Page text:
Five Best Ways NOT to bring Pests Home
Although you certainly can’t prevent every single pest from entering your house, there are some steps you can take to minimize the likelihood of bringing in bugs. These steps would also apply if you have plants in your garden that you dig up and bring in for the winter, like I do.
Step One: Inspect your Plant
If you’re buying plants from a nursery or greenhouse, very simply inspect them before you bring them home. Don’t be shy about checking on top of the leaves, under the leaves, and even disturb the soil a little to see if anything flies or crawls out.
I would also suggest inspecting other nearby plants. So many of the nastiest houseplant pests can crawl or fly to nearby plants that this is a must! I made the mistake of not doing this years ago and have been battling scale on my houseplants ever since.
Be particularly careful when buying from greenhouses
I’ve found over the years that greenhouses tend to have more pest problems than open outdoor spaces, I assume because outdoors, there are predator bugs to take care of the pests and there is usually more space between plants.
The closer the plants are crammed together in the greenhouse, the more chance for pest problems.
I visited a wonderful greenhouse (that I won’t name because it really is a nice place and their online orders seem to be fine), but their plants were so crowded that I brought home several diseased plants without even knowing it.
Bringing plants in for the winter
This also applies if you’re bringing plants in from your own yard for the winter. Check them over carefully, top and bottom, to make sure you don’t see anything that could potentially be an issue.
Although I’m not a real fan of spiders, I don’t necessarily knock every small spider off my plants before I bring them in (the big ones are another story, however….) The spiders do eat some pests, so I figure having a few hanging around (hehe, hanging around, get it?), won’t hurt anything.
They tend to stay right on the plants they came in on, so we can all get along without too much trouble.
Step Two: Inspect the Root Ball
You’re going to want to inspect the root ball of your new plant (or the one you bring in from outside) for bugs. I don’t recommend doing this at the nursery or greenhouse as they might frown on it, but definitely do it as soon as you get the plant home.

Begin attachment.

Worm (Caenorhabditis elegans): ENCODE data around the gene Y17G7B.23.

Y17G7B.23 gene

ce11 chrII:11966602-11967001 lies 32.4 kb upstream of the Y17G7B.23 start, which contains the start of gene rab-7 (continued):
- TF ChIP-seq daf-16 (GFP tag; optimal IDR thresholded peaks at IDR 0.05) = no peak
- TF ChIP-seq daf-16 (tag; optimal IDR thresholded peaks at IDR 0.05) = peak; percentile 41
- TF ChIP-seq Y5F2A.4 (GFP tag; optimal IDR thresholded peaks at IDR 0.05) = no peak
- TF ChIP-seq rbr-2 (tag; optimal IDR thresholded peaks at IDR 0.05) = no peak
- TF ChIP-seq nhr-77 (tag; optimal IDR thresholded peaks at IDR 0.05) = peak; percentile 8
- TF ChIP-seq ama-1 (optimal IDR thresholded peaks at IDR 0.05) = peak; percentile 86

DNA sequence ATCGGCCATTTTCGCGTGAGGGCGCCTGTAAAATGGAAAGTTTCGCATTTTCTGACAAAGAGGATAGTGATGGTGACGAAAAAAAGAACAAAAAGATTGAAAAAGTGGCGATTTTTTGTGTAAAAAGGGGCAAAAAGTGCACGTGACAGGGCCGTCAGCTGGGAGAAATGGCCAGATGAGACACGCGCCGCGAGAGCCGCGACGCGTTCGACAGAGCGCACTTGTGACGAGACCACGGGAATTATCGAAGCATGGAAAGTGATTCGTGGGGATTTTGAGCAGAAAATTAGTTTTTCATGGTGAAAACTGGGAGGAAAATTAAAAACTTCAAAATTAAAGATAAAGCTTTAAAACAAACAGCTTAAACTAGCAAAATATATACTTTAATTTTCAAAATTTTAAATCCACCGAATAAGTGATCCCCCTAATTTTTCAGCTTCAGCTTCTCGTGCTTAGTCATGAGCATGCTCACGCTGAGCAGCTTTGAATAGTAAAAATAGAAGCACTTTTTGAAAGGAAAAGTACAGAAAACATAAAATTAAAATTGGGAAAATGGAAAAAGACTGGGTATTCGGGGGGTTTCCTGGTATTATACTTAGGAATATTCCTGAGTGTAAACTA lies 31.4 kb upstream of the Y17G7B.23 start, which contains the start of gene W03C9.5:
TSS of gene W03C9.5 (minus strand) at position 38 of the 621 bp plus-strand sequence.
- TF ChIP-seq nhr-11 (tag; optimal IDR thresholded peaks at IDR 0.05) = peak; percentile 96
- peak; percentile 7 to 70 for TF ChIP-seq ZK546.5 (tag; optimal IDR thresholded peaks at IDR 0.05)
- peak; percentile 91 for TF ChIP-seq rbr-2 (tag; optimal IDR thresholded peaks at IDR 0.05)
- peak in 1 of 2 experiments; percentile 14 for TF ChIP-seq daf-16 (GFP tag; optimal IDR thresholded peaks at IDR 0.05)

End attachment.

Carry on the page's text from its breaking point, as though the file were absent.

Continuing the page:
If you see any, the easiest fix is to swish the roots off in a tub of warm water until all signs of creepy crawlies have been washed off. Yes, you may wash off beneficial critters, too, but unless you’re very sure they’re the good guys, you’re better off getting rid of them now, than having a big problem later.
Step Three: Repot your New Plant
Since you’ve hopefully followed my advice given in #2 above, you’ve now got a plant sitting there with no soil or pot. That’s good, we want that.
You’re going to take that naked plant and give it a new home, with a clean pot and brand new potting soil. Doing this almost guarantees that nothing is going to be hiding, just to pop out weeks or months later and give you a nasty surprise.
Wash that Pot!
If you’re reusing a pot you already had, hopefully you washed it with a mild bleach solution and rinsed it well? You didn’t? Well, go do that now, I’ll wait. This step ensures that you won’t introduce any diseases to your new plant either.
I get that sometimes you can’t take the plant out of the pot and clean the roots or repot it. Maybe it’s a 6 foot banana plant or a cactus with 4″ spines and transplanting it is a sure ticket to the nearest Emergency Room.
Have no fear! If you at least inspected it and its friends before you bought it, tip #4 below will help ensure problems are kept to a minimum.
Step Four: Put your plant in Quarantine
When you get your plant home (or bring it in), put it in quarantine. That’s right, isolate it somewhere in your house away from any plants already living there.
A separate room is always best, but if you must put it in the same room as other plants, keep it a good distance away.
Another thought: DO NOT put it on a shelf above your other plants. Yes, they are separate, but there are pests (such as scale and aphids) that can fall from one plant onto another and we don’t want that, now do we??
If you can manage a full month, and it looks clean after that month, you can be pretty well-assured that the plant is clean of pests and can be integrated with your other plants.
Step Five: Give your Plants Space
When you do integrate your new plant into your existing tribe, try not to let them touch each other. I know, I know, that’s tough to do when you have 10 gazillion plants everywhere and no available space.
But as we talked about in our first tip above, crowded plants are more likely to have pest problems than ones that have a bit more space. Partly, this is because many pests cannot fly, so they can only move to a new plant if given a “bridge” to do so.
I believe it’s also due to the fact that more airflow makes for a healthier plant, which makes it more resistant to pests and diseases.
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Bonus Step Six: Feed Those Plants!
Although you don’t want to feed your houseplants heavily in the winter (assuming your winters are cold like mine and you keep your house relatively cool), a healthy plant is much more resistant to lots of bad things, so giving them a little shot of fertilizer every now and again is not a bad idea.
As you can see, it’s not that hard to keep pests on your houseplants to a minimum. I can’t promise that you’ll never, ever, ever see one if you follow my advice, but you’ll be much less likely to have a problem.
You’ll also be much MORE likely to find any problems very quickly, where they can be corrected before they become BIG problems!
If you’d like to read about how to deal with houseplant pests if you do happen to get some, you can read all about controlling houseplant pests here.
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